The title of this post is a play on a play of words. Back in my younger days when I had more free time and less demands on what time I did I was both a geek and a nerd. i.e. I played roleplaying games. The kind you do with several people. That’s probably not clarified enough, the kind you do with several people, with your clothes on. Okay maybe that’s still debatable. The kind you do with several people, using rule books and dice, with your clothes on and there are no orgasms involved.
But as one of the bigger clydesdales in the herd”
Anyway there are these things called Driders which are a combination of a kind of elf and a spider in a centaur like blending. In one particular session our heroes were at a placed called Storm Shipping and Receiving when they were attacked by Driders. This of course by necessity generated the phrase “Drider’s on the Storm”.
Which is a long way to go about explaining a title that makes sense to now one.
Anyway…. I bought a Stryd foot pod as the pacing and distance from my watch wasn’t as precise as I now want it to be. I was also intrigued by the ‘train using power’ metrics that are being floated around. The Stryd foot pod calculates how much energy/effort you’re expending on each step you take to move your body mass forward. It analyzes all kinds of data from each step and gives you a picture of running motion. It takes into account slopes, go up hill and burn more power, downhill burn less.
The idea is to run so that you burn a specific amount of energy for distance and to go into specific burn zones, i.e. energy output bands, to achieve your training goals. Certain bands and types/timing of training are good for certain things, lactate use, vo2 max increase, physiological changing of the body for running etc.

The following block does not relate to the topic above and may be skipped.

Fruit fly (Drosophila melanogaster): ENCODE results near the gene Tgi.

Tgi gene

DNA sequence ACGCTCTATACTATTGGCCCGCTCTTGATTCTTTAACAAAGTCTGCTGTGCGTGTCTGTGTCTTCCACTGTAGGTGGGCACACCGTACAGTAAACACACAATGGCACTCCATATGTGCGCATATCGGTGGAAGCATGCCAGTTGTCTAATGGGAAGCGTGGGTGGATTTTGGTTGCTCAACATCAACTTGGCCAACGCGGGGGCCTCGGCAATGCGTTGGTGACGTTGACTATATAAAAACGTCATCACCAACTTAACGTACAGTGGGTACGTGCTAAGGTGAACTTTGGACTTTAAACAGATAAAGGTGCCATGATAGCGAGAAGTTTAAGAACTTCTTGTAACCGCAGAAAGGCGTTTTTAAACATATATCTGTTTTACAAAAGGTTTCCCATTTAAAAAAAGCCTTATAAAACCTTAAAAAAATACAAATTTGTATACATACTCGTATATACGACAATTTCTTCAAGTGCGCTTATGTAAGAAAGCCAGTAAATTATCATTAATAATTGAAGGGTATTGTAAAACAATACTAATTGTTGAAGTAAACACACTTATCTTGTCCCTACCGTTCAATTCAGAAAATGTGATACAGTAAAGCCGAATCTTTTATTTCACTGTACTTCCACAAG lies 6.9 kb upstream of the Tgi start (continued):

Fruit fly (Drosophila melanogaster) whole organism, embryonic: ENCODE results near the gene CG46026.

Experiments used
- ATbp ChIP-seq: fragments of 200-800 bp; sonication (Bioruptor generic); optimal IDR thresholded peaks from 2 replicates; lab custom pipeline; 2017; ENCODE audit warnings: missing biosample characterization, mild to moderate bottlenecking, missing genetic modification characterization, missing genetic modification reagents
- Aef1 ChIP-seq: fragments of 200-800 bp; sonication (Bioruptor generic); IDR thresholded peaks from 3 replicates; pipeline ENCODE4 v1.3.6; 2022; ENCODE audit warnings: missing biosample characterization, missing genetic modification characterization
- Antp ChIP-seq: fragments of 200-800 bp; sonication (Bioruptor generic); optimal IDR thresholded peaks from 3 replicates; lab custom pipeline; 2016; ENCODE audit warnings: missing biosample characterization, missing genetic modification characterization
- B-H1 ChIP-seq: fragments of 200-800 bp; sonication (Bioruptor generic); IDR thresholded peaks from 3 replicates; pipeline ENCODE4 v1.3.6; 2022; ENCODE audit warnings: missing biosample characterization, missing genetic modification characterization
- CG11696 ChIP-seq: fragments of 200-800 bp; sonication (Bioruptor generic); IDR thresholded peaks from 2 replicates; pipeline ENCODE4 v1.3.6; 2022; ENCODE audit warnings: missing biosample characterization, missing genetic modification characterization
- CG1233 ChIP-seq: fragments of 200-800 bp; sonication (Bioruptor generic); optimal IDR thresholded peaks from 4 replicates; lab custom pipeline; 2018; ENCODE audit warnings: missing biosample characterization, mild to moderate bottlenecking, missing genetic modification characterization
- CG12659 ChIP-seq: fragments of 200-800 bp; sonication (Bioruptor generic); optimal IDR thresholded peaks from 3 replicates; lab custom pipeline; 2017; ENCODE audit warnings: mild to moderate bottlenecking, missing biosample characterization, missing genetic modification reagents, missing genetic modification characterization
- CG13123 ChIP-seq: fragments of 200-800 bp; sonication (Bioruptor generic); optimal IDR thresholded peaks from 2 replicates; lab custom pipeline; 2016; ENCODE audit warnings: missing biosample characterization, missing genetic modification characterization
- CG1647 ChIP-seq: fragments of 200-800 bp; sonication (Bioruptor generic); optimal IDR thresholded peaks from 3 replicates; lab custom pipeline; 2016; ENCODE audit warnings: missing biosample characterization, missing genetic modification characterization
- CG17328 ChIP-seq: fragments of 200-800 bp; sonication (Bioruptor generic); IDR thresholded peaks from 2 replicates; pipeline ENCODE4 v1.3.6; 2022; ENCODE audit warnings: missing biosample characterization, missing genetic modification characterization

Now that I’ve finished my half marathon training using the Garmin Heart Rate Zone based plan I’m going to try the Stryd marathon training plan. It’s interesting, the first month is a lot of long slow distance or LSD’s with some sprints, Stryd calles them strides, at the end of the shorter ones. The speeds are slower than I’ve been training with so far for long distances so it’ll be interesting to see the results.
I did a 9 mile run on Sunday at the recommended speed which was about 90 seconds per mile slower than I’d been running long distances and I was a little surprised at how difficult it did feel by the end of the run. There are extenuating circumstances, in the previous month I’d run my first half marathon, normal training, a 5k race on Friday, 2 5K obstacle courses on Saturday and then the 9 mile on Sunday. So there may have been a wee bit of reason as to why 9 miles slow felt kind of tough by the end.
It runs through to mid September over 4 months of training. It’s 3 days a week, starting with 16 miles a week for the first week and ramping up to around 40-50 miles a week at the peak of the training.
But as one of the bigger clydesdales in the herd for distance running long and specifically slow may be what I need at the moment to help clear up a nagging knee issue.